Most homes these days make use of circuit-breakers vs old fashioned fuses. (Fuses perform the same job but can’t be reset and need to be replaced)
Occasionally, circuit breakers may go into a tripped position. Before resetting a breaker, it’s worth attempting to diagnose the reason it has tripped. In many cases people assume there’s an issue with the breaker itself but that is rarely the case. It is far more likely the issue has been caused by one of the following:
1) Overloaded circuit
All circuit breakers are designed to limit the amount of electricity a circuit can safely provide (this is measured in amps and is called “current”). Breakers normally have the rated amps written on the handle. 15amps is the most common household electrical circuit. Overloads may simply be caused by plugging too many devices throughout your home and can sometimes be corrected simply by lightening the load. Items that produce heat, as well as portable air-conditioners, often draw large amounts of electricity. Note that up to 12 plugs may be on one single 15 amp circuit and that one 15 amp circuit is intended to handle approximately 1500 watts.
Overload protection on a breaker is thermal and the breaker will require time to cool-down before it can be reset.
2) Short circuit
Short circuits are hazardous conditions that need to be corrected. They are typically caused by things like damaged wiring, faulty or incorrectly connected equipment, or wire rubbing against metal parts. If a breaker is reset without eliminating the source of a short circuit it will usually trip again instantaneously.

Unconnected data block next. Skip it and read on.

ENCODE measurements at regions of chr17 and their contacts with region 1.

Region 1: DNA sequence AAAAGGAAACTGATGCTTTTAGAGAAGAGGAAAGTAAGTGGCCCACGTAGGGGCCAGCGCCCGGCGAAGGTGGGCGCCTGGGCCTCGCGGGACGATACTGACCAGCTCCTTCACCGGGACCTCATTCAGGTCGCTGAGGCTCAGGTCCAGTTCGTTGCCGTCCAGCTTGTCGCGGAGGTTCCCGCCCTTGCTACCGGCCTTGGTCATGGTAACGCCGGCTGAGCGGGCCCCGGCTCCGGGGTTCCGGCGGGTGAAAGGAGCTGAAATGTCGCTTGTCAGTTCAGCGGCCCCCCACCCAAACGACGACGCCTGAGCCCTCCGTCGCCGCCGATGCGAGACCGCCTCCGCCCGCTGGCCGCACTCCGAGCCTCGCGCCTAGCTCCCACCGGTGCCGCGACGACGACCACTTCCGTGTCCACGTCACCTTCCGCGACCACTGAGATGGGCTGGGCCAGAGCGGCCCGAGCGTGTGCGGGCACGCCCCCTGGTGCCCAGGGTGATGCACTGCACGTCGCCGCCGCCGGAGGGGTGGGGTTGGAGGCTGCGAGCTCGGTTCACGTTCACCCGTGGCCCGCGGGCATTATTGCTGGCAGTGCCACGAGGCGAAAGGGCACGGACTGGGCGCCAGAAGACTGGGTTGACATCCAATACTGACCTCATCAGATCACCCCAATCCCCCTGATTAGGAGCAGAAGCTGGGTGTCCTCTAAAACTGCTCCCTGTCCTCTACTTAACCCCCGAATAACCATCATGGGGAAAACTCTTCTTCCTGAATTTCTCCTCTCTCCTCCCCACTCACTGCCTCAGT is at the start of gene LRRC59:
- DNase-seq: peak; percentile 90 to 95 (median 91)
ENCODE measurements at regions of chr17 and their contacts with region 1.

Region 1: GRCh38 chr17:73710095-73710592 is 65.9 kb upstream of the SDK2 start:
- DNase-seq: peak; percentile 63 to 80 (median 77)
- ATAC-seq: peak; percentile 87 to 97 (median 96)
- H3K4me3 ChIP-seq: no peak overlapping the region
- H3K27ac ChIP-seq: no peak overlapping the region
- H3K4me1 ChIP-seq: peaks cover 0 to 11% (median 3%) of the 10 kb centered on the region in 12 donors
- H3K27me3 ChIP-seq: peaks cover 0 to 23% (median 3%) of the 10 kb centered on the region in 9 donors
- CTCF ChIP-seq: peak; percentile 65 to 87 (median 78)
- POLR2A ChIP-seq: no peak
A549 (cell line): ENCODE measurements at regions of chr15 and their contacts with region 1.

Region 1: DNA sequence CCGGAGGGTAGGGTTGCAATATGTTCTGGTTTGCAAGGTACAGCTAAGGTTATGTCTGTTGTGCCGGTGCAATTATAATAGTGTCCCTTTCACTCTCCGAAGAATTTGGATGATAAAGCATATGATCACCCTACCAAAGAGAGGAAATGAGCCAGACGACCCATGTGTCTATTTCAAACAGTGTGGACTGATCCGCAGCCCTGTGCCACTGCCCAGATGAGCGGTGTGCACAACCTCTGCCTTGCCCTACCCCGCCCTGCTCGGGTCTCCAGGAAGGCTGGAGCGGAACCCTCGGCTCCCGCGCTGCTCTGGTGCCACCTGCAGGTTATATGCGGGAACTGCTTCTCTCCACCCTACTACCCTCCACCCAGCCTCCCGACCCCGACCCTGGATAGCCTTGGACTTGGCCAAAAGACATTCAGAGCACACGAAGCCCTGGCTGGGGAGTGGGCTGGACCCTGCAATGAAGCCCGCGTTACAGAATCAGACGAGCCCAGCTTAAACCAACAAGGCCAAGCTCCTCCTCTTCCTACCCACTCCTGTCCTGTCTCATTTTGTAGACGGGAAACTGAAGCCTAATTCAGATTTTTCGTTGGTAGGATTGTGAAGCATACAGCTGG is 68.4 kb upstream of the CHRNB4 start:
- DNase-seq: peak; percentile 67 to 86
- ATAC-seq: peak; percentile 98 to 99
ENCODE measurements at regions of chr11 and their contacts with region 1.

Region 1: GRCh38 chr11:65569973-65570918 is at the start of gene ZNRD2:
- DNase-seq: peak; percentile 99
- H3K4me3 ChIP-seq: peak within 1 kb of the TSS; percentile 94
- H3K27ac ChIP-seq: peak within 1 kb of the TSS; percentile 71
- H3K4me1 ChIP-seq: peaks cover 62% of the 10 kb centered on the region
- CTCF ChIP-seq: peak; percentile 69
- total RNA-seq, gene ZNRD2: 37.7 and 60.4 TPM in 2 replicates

3) GFCI and AFCI breakers
Ground fault circuit interrupting breakers (GFCI) offer additional protection for wet locations and Arc fault circuit interrupting breakers (AFCI) offer additional protection from damaged wiring and cords. Both however are reset in the same fashion as standard circuit breakers. It should be noted that these breakers both have test buttons and should be tested once a month.
When attempting to reset a breaker you should stand off to one side of the electrical panel and not directly in front of it. Then the handle needs to be moved from the tripped position to the off position, and then to the on position. Breakers are not normally designed to be reset directly from the tripped position; they must be moved to the off position first.
It’s worth noting that sometimes breakers will appear to be in the on position when they have actually tripped internally, to rectify this move the breaker handle to the off position and then back into the on position. Also remember that if a breaker has tripped due to overload, it will need time to cool down before resetting (approximately 15 minutes).
Any breaker that trips instantaneously upon resetting or that trips continuously needs to be diagnosed for safety and should be left off until the condition has been repaired.
Experienced electricians at ProAmp Electric can take care of your electrical maintenance needs. Remember that you should always use care and caution when performing any electrical work. Give ProAmp Electric a call to set up a consultation to discuss your current maintenance needs.